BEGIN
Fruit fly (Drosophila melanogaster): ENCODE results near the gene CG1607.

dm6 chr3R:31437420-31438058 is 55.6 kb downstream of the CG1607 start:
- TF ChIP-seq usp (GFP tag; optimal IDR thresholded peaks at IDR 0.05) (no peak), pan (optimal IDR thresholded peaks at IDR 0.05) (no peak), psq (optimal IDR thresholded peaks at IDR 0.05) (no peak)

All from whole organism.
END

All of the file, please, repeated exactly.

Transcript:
Fruit fly (Drosophila melanogaster): ENCODE results near the gene CG1607.

dm6 chr3R:31437420-31438058 is 55.6 kb downstream of the CG1607 start:
- TF ChIP-seq usp (GFP tag; optimal IDR thresholded peaks at IDR 0.05) (no peak), pan (optimal IDR thresholded peaks at IDR 0.05) (no peak), psq (optimal IDR thresholded peaks at IDR 0.05) (no peak)

All from whole organism.